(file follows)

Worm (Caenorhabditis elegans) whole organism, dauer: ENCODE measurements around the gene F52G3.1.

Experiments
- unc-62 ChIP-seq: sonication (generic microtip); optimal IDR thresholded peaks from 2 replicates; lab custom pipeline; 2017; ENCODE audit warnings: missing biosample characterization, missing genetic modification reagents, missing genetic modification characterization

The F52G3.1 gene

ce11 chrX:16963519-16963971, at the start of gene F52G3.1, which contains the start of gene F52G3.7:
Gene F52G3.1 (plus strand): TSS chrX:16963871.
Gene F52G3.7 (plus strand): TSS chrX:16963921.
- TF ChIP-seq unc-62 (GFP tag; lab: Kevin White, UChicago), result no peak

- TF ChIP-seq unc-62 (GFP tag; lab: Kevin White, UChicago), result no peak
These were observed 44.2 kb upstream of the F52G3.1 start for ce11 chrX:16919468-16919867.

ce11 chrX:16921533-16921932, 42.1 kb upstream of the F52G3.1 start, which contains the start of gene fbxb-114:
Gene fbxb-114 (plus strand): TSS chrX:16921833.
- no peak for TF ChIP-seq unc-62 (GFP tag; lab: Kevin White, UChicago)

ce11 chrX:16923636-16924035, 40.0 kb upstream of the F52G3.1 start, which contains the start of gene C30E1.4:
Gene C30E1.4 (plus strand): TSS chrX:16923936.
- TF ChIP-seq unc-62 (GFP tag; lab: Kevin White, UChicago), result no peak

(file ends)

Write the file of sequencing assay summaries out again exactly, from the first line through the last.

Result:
Worm (Caenorhabditis elegans) whole organism, dauer: ENCODE measurements around the gene F52G3.1.

Experiments
- unc-62 ChIP-seq: sonication (generic microtip); optimal IDR thresholded peaks from 2 replicates; lab custom pipeline; 2017; ENCODE audit warnings: missing biosample characterization, missing genetic modification reagents, missing genetic modification characterization

The F52G3.1 gene

ce11 chrX:16963519-16963971, at the start of gene F52G3.1, which contains the start of gene F52G3.7:
Gene F52G3.1 (plus strand): TSS chrX:16963871.
Gene F52G3.7 (plus strand): TSS chrX:16963921.
- TF ChIP-seq unc-62 (GFP tag; lab: Kevin White, UChicago), result no peak

- TF ChIP-seq unc-62 (GFP tag; lab: Kevin White, UChicago), result no peak
These were observed 44.2 kb upstream of the F52G3.1 start for ce11 chrX:16919468-16919867.

ce11 chrX:16921533-16921932, 42.1 kb upstream of the F52G3.1 start, which contains the start of gene fbxb-114:
Gene fbxb-114 (plus strand): TSS chrX:16921833.
- no peak for TF ChIP-seq unc-62 (GFP tag; lab: Kevin White, UChicago)

ce11 chrX:16923636-16924035, 40.0 kb upstream of the F52G3.1 start, which contains the start of gene C30E1.4:
Gene C30E1.4 (plus strand): TSS chrX:16923936.
- TF ChIP-seq unc-62 (GFP tag; lab: Kevin White, UChicago), result no peak